Streator responders warn public of recent spike in opioid overdoses
By David Giuliani, firstname.lastname@example.org, 815-431-4041
Debbie Hallam is saddened by the latest wave of overdoses in Streator.
The organizer of Dusty Roads, a group that seeks rehabilitation for those with addiction, wants those battling drug addiction, or family members of those with addiction to know there's hope.
Her group has helped more than 500 people since she lost her son to an overdose.
"I have clients now who are making $80,000 to $90,000 a year when they were not too long ago spending $100 a day on heroin," Hallam said. "I have clients who have gone back to school. ... It keeps me going to hear the success stories."
On Thursday, the Streator Fire and Police departments issued a news release urging the public to check on loved ones or friends suffering from addiction.
Hallam said it was the second wave of overdoses in the city since January.
"It doesn't have to be," Hallam said. "There's help out there. It breaks my heart every time I hear of someone else. There's so many people affected by losing one person. There's so many people who felt so helpless."
Information on the number of overdoses was not released.
On Monday, Streator firefighter Eric Hoffmeyer said on Twitter there were 11 overdoses in seven days "in our little town of 13,000."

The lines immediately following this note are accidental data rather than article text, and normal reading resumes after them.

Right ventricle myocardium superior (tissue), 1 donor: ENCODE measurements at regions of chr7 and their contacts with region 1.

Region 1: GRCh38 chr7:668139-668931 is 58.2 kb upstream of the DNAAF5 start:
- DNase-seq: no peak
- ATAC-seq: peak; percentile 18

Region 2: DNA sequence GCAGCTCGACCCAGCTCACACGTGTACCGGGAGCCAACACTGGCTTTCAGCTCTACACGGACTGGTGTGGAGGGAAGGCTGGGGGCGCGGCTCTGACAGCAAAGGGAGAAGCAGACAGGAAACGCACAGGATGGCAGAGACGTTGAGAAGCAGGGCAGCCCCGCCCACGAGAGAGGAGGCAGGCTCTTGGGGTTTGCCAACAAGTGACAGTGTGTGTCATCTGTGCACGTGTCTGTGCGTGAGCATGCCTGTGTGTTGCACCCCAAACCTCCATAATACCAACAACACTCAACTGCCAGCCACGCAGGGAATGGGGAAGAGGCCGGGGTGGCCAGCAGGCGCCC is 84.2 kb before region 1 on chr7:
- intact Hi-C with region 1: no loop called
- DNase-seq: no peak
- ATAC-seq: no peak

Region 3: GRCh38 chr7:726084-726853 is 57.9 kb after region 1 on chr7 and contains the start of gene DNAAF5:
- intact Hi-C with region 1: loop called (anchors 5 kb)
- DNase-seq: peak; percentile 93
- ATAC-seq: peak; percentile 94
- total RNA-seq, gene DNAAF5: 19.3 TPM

In an interview, Park said Streator wants to make people aware of the problem.
"Anytime there is a confirmed overdose, police, fire and ambulance are all dispatched," he said.
Hallam is glad the police and fire departments issued the release to warn residents "there's a bad batch out there."
"We've been pretty busy this week with calls of people wanting help," Hallam said of Dusty Roads.
A representative of the nearby Ottawa Fire Department said his agency hadn't seen any spike in opioid overdoses in recent days.
According to the Streator news release, opioids are a family of drugs that have morphine-like effects. Their primary medical use is to relieve pain, but they have a high risk for addiction and dependence that can cause respiratory distress and death when taken in improper doses, the release said.
"Illicit drugs, including heroin, that are purchased on the street are extremely dangerous because they come in different mixtures and unknown strengths," the release said. "A person suffering from an opioid overdose may appear to simply be asleep but can't be awakened."
Call 911 immediately if you suspect a person has overdosed.
Dusty Roads and Buddy's Purpose will present a free Naloxone training with kits provided from 11 a.m. to 3 p.m., Saturday, March 3, at the Streator Incubator East Door (the former Armory), 401 W. Bridge St. Separate programs will run roughly at the beginning of each hour.
Naloxone/Narcan is a synthetic drug that counters the effect of opioid overdose. If you use opioids or know someone who uses opioids, it is vital to have naloxone on hand. La Salle County had 35 residents die from an overdose last year. Nationally 177 people die every day. The event is sponsored by Two Rivers Outreach.
For questions or to reserve a seat, call or text Lori at 815-993-6294 or Debbie at 815-510-0015. Anyone in need of Dusty Roads assistance can call 815-510-0015.